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Study of thrombopoietin levels in some Egyptian patients with chronic liver diseases secondary to the hepatitis C virus

Abstract

Introduction

The hepatitis C virus (HCV) is a leading cause of chronic liver disease (CLD), cirrhosis, and hepatocellular carcinoma, as well as the most common indication for liver transplantation in many countries.

Purpose

This work was carried out to study of thrombopoietin (TPO) level in Egyptian patients with chronic hepatitis C and liver cirrhosis with HCV.

Patients and methods

This work was conducted on 40 patients proved to have chronic liver disease due to chronic HCV infection by positive HCV antibody by enzyme-linked immunosorbent assay, PCR for HCV RNA, abdominal ultrasonography, and histopathological examination. Twenty of these patients had chronic active hepatitis C (CAH) and the other 20 patietns had liver cirrhosis. Fifteen apparently healthy individuals (negative for HCV antibody) were included in a control group. None of the patients had received interferon therapy. Patients with other causes of CLD, chronic renal disease, diabetes, endocrinal hematological, and other debilitating diseases were excluded. All the patients studied were subjected to the following: complete medical history, full clinical examination, laboratory investigations including complete blood picture, liver function tests, fasting blood sugar, 2 h postprandial, HCV antibody and PCR for RNA of HCV; serum TPO level, abdominal ultrasonography, and liver biopsy for histopathological examination.

Results

Our results showed a highly significant reduction in the platelet count in patients with CAH (192.55 ± 41.02) and cirrhotic patients (159.800 ± 86.189) in comparison with (322.67 ± 38.12) the control group (P < 0.01). There was nonsignificant increase in TPO in patients with CAH (115.93 ± 71.66) and a significant decrease in TPO in cirrhotic patients (77.504 ± 64.576) in comparison with (107.98 ± 52.53) the control group. In the cirrhotic patients, there was a significant positive correlation between TPO and platelet count, whereas there was no correlation between TPO level and liver enzymes (alanine aminotransferase and aspartate aminotransferase) in all patients. In addition, a significant decrease in TPO was found in cirrhotic patients in comparison with CAH patients.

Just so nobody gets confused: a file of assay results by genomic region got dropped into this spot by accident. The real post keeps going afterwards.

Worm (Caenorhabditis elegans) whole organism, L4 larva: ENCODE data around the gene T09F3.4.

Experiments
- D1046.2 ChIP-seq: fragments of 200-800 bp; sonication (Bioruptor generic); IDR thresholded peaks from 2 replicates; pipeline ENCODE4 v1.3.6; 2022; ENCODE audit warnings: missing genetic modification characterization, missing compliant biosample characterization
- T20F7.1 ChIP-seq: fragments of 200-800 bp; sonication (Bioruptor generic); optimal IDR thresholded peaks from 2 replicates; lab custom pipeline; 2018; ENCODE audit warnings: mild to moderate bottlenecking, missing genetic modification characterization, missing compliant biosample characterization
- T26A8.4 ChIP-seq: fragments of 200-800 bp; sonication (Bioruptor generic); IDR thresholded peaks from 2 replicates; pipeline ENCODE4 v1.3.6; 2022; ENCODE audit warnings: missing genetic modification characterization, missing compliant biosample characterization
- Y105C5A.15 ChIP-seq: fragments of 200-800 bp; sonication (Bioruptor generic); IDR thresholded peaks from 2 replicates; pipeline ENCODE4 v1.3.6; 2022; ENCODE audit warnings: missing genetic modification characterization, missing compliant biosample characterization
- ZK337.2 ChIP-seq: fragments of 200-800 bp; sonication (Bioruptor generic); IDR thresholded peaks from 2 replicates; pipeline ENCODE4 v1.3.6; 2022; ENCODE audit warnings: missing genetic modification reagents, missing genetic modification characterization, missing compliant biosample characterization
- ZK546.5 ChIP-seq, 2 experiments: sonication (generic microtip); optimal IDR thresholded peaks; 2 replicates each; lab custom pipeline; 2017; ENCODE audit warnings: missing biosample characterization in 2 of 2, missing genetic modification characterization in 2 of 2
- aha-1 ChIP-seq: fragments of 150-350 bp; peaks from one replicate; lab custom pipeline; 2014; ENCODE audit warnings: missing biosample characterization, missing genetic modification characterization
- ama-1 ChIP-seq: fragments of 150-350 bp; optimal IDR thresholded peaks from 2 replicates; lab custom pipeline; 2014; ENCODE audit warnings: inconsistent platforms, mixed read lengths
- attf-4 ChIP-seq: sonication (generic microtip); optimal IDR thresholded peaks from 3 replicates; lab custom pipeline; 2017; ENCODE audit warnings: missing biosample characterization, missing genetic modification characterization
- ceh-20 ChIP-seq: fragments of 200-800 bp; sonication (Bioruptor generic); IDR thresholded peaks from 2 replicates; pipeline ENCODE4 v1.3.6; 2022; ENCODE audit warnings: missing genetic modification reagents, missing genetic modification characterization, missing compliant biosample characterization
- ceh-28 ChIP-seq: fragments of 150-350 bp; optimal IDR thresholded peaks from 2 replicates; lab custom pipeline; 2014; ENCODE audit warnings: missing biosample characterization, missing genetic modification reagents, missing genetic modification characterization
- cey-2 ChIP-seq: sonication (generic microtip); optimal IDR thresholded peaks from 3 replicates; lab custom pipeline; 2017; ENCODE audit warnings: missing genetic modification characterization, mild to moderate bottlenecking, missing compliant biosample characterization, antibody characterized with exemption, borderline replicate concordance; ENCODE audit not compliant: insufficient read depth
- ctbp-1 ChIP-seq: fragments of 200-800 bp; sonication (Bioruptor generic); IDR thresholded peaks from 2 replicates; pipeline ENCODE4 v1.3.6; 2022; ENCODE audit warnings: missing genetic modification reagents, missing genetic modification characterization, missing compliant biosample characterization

Conclusion

Serum TPO level was elevated in patients with chronic viral C hepatitis as a compensatory response to the reduction of platelet count with still functionally active liver cells, but as the disease progress to cirrhosis which also is associated with thrombocytopenia, TPO production is impaired, with failure to compensate the low platelet count aggravating thrombocytopenia.

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Correspondence to Somayh E. Suliman.

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Ezzat, E.O., Suliman, S.E., El-Yazeed, S.A. et al. Study of thrombopoietin levels in some Egyptian patients with chronic liver diseases secondary to the hepatitis C virus. Egypt J Intern Med 24, 5–11 (2012). https://doi.org/10.7123/01.EJIM.0000415596.67959.9c

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  • DOI: https://doi.org/10.7123/01.EJIM.0000415596.67959.9c

Keywords

  • chronic liver diseases
  • hepatitis C virus
  • thrombopoietin